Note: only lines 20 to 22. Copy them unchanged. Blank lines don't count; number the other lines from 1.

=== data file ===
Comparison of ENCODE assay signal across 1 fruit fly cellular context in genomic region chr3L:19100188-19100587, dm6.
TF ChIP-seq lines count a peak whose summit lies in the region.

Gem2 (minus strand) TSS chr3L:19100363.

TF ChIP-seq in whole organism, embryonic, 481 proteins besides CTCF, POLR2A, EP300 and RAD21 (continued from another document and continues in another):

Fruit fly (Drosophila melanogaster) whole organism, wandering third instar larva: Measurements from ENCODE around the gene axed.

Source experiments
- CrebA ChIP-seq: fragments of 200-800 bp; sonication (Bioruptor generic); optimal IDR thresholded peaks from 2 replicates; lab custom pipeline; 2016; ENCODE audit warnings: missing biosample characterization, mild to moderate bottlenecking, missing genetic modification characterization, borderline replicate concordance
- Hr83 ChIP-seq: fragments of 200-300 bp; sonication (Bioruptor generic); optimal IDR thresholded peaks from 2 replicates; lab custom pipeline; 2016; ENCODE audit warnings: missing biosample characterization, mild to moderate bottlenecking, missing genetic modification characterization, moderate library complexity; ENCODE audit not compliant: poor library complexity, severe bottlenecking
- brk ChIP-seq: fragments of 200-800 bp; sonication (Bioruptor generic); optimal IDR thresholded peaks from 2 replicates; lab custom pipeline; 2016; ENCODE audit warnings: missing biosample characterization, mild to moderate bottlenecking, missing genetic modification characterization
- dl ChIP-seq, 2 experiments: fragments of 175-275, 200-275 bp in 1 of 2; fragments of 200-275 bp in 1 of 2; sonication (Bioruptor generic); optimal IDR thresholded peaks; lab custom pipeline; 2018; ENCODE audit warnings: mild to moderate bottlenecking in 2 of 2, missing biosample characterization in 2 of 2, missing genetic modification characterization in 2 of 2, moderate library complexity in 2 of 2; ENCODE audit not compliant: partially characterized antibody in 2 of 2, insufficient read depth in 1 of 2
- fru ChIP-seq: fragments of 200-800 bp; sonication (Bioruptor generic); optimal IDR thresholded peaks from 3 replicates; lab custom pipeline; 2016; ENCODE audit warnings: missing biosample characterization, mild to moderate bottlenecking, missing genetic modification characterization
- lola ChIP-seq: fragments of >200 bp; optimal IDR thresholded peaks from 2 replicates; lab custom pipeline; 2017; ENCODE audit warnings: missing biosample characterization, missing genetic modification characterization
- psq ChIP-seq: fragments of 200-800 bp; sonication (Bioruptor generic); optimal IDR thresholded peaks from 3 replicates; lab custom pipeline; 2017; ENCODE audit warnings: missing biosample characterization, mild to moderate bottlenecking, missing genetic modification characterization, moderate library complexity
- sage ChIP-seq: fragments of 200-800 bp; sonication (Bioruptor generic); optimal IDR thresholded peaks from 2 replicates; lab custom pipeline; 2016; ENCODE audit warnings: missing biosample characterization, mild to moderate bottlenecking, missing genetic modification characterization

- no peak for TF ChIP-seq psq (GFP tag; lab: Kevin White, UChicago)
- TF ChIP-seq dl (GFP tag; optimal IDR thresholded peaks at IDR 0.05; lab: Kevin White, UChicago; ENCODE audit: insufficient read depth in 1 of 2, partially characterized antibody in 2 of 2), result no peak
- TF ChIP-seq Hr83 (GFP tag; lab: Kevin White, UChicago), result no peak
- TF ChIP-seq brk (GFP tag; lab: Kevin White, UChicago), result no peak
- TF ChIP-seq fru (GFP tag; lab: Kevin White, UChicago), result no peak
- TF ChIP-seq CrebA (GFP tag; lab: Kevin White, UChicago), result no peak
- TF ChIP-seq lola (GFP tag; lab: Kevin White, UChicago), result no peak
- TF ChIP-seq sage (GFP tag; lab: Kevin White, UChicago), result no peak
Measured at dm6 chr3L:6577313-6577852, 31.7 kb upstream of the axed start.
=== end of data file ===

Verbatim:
- TF ChIP-seq CrebA (GFP tag; lab: Kevin White, UChicago), result no peak
- TF ChIP-seq lola (GFP tag; lab: Kevin White, UChicago), result no peak
- TF ChIP-seq sage (GFP tag; lab: Kevin White, UChicago), result no peak